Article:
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Ageing Hong Kong needs more help. Its helpers need more rights

South China Morning Post, China, 17 June 2019 - Asia is on track to become one of the oldest regions in the world over the next few decades. According to the United Nations Economic and Social Commission for Asia and the Pacific, the number of elderly residents is set to rise from 548 million this year to nearly 1.3 billion by 2050. By then, one in four people is expected to be over 60 years old. Japan, South Korea and Thailand are the most rapidly ageing countries in the region. If the trend continues, by 2031, Thailand will join Japan, Hong Kong, Korea and New Zealand as societies where more than one in five will be 65 or older.

This demographic transition, combined with a growing number of women in the workforce, is fuelling demand for home-based care and domestic help. As societies develop and women enter the world of work, they are less likely to perform “traditional” care roles. Many ageing societies will look to migrants to fill the gap. Singapore is illustrative of this trend. In 2012, a national survey found 50 per cent of Singaporeans aged 75 or over were dependent on migrant workers for daily care.

June 16 is globally recognised as Domestic Workers’ Day and aims to highlight the importance of these employees to the functioning of households and society. Domestic workers number about 67 million around the world, with almost 10 million in Southeast Asia and the Pacific. The vast majority, 83 per cent, are women.

But their jobs are some of the lowest paid, and entail long, unpredictable hours. They are disproportionately exposed to abuse, due to gaps in employment legislation, isolation in homes and the informal nature of their work.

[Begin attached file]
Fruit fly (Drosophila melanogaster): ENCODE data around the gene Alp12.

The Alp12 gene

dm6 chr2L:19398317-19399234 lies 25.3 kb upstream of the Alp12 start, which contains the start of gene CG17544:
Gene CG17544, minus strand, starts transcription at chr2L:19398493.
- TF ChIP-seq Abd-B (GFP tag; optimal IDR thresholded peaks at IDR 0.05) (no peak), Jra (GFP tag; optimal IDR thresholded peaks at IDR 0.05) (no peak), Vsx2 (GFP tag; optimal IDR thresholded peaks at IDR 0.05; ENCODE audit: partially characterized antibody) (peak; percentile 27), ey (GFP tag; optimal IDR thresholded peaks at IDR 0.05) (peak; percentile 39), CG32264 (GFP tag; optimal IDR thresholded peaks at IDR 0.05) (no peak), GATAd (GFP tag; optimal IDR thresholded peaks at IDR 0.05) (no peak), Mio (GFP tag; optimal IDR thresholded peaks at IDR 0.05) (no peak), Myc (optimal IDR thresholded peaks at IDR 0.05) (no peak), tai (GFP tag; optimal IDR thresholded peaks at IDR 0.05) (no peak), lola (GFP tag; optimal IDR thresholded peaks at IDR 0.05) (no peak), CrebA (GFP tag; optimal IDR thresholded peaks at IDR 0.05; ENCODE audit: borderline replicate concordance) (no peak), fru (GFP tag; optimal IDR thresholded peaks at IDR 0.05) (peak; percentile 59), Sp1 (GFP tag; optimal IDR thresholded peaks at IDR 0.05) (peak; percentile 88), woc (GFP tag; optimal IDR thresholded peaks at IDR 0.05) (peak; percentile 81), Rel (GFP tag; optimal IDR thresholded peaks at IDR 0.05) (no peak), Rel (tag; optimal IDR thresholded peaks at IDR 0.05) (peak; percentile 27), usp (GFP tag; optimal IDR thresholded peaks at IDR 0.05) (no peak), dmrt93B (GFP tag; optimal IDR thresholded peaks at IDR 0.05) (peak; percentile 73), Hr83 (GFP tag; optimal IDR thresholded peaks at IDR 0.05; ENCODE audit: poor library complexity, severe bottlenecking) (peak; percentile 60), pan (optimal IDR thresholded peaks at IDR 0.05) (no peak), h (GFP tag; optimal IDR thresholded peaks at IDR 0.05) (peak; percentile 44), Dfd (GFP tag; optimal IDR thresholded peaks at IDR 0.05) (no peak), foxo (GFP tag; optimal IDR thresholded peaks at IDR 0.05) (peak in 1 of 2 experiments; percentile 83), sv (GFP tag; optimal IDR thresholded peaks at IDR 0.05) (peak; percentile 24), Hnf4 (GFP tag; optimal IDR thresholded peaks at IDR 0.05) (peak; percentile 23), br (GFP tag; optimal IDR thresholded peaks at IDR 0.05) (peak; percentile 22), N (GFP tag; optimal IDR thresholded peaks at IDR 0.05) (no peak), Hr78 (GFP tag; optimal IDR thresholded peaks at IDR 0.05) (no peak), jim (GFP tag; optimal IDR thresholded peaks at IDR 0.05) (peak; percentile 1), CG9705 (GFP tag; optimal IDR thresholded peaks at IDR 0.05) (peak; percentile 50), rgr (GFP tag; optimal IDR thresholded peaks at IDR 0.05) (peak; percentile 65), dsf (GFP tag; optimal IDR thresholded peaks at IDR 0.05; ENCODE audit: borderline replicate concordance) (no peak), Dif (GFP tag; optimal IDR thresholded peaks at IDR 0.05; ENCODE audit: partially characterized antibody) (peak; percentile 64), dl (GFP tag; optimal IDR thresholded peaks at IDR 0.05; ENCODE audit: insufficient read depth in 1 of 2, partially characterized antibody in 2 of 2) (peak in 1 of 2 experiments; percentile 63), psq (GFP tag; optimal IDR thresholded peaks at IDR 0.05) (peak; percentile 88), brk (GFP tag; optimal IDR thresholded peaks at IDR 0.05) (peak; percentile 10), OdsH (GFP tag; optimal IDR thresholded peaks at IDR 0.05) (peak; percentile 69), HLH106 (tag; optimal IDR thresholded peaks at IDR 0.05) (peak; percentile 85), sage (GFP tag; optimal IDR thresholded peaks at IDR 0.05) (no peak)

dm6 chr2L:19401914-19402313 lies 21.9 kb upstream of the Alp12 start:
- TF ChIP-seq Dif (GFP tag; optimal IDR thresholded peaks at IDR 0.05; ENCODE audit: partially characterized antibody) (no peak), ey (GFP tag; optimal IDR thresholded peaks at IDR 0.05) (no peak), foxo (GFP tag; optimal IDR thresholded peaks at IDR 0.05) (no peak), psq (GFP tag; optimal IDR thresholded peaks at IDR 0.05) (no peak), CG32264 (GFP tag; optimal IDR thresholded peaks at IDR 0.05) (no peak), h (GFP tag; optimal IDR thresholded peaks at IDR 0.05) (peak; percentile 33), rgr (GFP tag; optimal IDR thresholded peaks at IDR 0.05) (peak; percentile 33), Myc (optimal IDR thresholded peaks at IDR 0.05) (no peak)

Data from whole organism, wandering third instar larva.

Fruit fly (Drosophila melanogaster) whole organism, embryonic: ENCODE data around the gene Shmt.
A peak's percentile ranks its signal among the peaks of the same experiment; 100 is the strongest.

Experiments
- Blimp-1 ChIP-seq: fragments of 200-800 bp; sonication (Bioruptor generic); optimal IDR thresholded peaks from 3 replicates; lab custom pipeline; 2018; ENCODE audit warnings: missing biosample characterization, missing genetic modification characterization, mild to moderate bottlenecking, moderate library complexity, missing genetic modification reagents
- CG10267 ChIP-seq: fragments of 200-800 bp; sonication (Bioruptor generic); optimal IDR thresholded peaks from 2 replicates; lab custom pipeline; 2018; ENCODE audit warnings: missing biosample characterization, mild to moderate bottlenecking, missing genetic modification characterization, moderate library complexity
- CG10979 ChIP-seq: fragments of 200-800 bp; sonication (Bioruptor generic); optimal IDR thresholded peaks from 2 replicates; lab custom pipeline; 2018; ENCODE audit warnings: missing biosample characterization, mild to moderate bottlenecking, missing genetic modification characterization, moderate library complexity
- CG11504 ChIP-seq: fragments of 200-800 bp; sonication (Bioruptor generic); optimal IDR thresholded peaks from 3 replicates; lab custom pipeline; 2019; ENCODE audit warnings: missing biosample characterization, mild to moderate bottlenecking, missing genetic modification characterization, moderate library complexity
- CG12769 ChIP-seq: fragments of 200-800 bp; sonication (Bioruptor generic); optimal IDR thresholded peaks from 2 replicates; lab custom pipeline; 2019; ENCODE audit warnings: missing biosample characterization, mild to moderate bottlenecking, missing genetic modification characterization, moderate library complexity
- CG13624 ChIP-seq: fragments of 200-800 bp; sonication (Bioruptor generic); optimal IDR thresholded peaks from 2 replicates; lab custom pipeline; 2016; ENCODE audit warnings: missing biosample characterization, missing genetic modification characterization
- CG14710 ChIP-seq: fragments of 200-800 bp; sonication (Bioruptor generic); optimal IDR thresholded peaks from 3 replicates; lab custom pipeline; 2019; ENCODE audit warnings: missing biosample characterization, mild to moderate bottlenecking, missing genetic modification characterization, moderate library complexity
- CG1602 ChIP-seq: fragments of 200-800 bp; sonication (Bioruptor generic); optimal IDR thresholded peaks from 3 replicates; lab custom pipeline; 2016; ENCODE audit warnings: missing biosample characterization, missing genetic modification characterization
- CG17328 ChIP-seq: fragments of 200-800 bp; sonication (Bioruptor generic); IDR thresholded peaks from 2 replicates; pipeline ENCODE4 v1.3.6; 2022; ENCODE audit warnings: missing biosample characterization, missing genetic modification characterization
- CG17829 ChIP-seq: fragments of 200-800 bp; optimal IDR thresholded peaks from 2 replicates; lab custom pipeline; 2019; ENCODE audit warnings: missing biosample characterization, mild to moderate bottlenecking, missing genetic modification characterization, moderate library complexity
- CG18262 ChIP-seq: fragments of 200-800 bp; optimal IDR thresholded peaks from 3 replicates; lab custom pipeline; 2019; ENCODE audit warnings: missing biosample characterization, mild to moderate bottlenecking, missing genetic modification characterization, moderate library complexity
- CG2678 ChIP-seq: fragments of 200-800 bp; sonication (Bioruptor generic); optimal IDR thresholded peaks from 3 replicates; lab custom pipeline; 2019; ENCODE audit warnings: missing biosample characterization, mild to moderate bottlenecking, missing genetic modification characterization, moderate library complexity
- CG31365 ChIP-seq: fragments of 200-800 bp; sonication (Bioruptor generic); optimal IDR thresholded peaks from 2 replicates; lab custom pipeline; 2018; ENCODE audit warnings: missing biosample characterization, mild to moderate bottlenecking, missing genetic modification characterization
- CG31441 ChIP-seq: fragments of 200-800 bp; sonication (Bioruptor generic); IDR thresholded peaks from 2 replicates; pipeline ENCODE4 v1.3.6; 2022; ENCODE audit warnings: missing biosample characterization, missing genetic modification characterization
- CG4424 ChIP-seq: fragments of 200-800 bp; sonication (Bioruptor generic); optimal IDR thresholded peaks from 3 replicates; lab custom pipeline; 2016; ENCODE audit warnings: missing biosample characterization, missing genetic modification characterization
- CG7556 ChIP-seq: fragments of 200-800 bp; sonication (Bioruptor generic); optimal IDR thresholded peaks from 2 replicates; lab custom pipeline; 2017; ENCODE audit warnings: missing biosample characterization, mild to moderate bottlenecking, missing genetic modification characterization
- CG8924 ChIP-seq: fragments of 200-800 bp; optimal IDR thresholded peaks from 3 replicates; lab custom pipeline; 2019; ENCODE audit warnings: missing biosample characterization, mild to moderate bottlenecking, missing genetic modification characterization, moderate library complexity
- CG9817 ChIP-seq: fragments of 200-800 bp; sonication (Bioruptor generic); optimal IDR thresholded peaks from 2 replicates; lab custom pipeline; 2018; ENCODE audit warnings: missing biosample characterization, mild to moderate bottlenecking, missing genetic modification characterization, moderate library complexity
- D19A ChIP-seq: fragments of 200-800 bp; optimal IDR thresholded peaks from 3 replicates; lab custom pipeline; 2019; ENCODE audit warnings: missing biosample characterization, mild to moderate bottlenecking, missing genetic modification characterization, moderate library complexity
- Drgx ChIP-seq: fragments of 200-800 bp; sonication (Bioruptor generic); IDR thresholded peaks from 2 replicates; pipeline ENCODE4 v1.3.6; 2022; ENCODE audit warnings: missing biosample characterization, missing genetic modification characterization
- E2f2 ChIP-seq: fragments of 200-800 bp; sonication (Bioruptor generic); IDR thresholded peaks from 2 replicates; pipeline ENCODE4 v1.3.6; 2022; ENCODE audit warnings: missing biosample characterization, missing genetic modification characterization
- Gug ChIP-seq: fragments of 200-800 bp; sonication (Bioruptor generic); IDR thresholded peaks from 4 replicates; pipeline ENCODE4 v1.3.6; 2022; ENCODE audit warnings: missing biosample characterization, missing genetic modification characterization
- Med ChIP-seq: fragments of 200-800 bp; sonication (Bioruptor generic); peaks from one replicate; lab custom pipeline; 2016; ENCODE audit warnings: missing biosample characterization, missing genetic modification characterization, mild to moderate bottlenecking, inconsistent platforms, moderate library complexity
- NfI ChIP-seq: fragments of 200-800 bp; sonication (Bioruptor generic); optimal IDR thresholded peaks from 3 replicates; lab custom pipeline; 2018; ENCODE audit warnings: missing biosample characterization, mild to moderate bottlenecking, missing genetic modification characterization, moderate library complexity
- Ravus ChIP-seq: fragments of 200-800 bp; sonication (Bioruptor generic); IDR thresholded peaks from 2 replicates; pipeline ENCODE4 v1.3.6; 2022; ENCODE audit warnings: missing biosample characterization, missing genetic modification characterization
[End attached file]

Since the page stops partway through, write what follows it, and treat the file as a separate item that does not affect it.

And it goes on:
There is also a certain tolerance for exploitation and abuse of female workers in patriarchal societies. Some countries have imposed gender-based migration bans or restrictions to tackle this issue, but the policies have often proven counterproductive.

Women will continue to migrate, but will be forced to do so through irregular channels, thereby increasing their vulnerability.

In most of the 10 member states of the Association of Southeast Asian Nations (Asean), labour laws do not fully apply to domestic workers, leaving them without social security, a minimum wage or regulations on working hours. They have little access to the justice system in the event that they are subjected to violence.
Only one Asean state, the Philippines, has ratified the International Labour Organisation’s (ILO) convention on domestic workers, which tries to address these vulnerabilities.

Some positive developments have been seen in recent years. In 2017, all Asean members adopted a strong set of recommendations calling for the formal recognition of domestic workers as employees.

Last year, the Thai government began taking concrete steps to strengthen rights protection by aligning its legislative framework with the ILO convention.

In April this year, Myanmar said it would lift its 2014 ban on domestic workers going to Singapore, Hong Kong, Macau and Thailand, giving its migrant workers safer, legitimate channels to find jobs overseas.

But more needs to be done.

Asean laws and policies for domestic workers need to be on a par with other sectors of the labour force. Both the countries of origin and destinations have a shared responsibility to implement gender-responsive, fair and effective labour migration policies.

Domestic work is work. We must all recognise it as such, and grant every domestic worker their undeniable right to decent living and working conditions.





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